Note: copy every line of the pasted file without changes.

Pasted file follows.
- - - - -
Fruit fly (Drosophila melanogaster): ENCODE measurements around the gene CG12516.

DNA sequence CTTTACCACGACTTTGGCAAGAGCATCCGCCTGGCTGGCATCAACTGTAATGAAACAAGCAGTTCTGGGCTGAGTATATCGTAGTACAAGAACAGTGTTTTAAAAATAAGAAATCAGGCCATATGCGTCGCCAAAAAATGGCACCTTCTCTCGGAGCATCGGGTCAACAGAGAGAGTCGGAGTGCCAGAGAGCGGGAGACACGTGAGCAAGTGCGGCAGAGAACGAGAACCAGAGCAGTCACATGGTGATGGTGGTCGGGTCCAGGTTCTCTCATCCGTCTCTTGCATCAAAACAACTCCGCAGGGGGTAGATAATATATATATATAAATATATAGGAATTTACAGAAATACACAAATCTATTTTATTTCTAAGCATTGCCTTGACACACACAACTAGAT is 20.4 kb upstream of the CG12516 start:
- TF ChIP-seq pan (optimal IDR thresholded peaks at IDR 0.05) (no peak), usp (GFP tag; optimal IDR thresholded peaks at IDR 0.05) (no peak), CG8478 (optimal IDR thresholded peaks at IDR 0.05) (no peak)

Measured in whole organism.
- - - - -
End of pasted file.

Fruit fly (Drosophila melanogaster): ENCODE measurements around the gene CG12516.

DNA sequence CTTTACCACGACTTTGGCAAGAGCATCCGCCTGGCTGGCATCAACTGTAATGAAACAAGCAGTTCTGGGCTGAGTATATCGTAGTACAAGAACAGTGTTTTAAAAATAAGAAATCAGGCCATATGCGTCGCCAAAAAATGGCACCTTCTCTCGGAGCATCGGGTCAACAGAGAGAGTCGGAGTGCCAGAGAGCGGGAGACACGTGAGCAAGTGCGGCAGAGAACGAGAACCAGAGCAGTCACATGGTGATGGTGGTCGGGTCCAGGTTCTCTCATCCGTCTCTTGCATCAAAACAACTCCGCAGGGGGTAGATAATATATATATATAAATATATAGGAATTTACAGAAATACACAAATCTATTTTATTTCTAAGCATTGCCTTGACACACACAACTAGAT is 20.4 kb upstream of the CG12516 start:
- TF ChIP-seq pan (optimal IDR thresholded peaks at IDR 0.05) (no peak), usp (GFP tag; optimal IDR thresholded peaks at IDR 0.05) (no peak), CG8478 (optimal IDR thresholded peaks at IDR 0.05) (no peak)

Measured in whole organism.